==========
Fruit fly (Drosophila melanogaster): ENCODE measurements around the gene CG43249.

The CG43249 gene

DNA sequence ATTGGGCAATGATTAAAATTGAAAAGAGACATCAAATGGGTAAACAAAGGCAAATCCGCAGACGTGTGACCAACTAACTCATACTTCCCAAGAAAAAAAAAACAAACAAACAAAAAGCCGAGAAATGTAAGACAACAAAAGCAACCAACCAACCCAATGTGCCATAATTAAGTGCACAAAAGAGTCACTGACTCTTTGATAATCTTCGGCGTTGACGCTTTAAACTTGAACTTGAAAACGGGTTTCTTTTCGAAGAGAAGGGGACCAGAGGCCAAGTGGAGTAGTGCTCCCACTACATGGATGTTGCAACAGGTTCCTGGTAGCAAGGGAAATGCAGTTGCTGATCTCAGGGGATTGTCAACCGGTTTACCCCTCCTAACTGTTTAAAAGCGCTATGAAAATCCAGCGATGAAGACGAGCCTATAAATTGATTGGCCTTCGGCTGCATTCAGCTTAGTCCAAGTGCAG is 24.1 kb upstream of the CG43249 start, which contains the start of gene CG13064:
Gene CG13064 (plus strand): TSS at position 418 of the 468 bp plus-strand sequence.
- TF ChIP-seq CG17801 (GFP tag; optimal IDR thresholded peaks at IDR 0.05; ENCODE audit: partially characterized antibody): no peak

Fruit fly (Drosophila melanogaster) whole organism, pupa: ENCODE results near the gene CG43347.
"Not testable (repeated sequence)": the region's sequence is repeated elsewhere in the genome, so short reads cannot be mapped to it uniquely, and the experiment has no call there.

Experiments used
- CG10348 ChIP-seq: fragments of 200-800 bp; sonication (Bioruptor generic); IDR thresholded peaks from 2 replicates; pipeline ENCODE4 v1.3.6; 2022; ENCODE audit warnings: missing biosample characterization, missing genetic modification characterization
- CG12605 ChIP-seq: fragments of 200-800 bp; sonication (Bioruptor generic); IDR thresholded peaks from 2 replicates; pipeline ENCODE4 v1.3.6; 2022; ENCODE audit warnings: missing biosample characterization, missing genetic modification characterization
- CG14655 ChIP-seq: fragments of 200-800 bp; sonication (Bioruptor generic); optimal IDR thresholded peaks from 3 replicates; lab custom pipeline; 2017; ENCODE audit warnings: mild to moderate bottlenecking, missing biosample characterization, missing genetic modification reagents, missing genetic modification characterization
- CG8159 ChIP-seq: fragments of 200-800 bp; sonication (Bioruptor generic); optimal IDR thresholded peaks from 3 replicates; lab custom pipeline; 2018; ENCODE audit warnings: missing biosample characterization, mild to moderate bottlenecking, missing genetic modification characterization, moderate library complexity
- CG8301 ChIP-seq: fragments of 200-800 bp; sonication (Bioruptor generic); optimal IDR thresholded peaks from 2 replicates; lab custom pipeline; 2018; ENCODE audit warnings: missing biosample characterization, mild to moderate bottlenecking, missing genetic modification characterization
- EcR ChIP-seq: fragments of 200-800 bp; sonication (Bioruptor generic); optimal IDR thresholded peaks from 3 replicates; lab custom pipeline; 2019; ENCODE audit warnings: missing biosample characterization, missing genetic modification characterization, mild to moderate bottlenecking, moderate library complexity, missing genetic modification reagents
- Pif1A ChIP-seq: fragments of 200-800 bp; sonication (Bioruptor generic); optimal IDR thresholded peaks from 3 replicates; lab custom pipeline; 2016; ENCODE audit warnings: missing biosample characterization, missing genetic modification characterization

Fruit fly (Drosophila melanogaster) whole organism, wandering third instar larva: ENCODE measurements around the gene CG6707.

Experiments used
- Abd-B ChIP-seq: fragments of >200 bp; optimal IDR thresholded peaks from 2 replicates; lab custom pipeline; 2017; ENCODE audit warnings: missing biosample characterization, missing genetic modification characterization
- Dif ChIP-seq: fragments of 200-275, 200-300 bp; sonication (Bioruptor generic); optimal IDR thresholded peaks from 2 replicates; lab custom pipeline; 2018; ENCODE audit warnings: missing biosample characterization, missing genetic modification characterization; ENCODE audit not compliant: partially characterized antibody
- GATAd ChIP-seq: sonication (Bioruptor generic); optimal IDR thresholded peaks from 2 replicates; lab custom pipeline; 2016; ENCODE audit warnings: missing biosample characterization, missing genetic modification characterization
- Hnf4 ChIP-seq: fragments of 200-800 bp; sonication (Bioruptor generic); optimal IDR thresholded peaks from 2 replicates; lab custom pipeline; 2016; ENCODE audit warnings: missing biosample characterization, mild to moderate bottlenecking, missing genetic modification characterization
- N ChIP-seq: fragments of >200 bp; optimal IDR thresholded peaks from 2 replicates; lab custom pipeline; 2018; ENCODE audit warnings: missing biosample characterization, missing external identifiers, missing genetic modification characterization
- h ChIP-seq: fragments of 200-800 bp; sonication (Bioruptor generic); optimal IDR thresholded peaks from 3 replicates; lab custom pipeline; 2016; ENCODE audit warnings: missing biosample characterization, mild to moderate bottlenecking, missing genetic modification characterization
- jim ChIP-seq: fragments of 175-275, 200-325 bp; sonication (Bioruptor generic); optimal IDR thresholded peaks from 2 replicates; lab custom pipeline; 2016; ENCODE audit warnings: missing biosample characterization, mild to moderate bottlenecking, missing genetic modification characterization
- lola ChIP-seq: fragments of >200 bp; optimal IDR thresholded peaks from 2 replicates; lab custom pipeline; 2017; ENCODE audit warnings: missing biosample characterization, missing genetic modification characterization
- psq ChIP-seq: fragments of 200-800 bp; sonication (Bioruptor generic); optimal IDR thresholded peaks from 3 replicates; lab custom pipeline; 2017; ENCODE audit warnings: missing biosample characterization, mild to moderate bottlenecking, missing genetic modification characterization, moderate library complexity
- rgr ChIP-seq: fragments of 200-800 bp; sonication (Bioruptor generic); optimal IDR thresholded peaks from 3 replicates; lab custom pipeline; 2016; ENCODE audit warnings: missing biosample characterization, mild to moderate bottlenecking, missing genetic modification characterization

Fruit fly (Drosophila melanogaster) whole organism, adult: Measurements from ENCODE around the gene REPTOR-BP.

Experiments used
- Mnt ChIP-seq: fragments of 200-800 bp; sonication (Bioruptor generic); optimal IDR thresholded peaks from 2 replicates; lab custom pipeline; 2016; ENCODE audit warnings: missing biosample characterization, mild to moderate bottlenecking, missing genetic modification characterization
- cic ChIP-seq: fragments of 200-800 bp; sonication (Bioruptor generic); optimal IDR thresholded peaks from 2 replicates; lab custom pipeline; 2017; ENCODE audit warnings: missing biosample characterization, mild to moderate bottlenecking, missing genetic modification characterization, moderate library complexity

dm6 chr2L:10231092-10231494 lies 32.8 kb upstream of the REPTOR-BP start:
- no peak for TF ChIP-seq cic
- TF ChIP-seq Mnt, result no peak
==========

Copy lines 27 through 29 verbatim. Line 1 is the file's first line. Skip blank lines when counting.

- rgr ChIP-seq: fragments of 200-800 bp; sonication (Bioruptor generic); optimal IDR thresholded peaks from 3 replicates; lab custom pipeline; 2016; ENCODE audit warnings: missing biosample characterization, mild to moderate bottlenecking, missing genetic modification characterization

Fruit fly (Drosophila melanogaster) whole organism, adult: Measurements from ENCODE around the gene REPTOR-BP.

Experiments used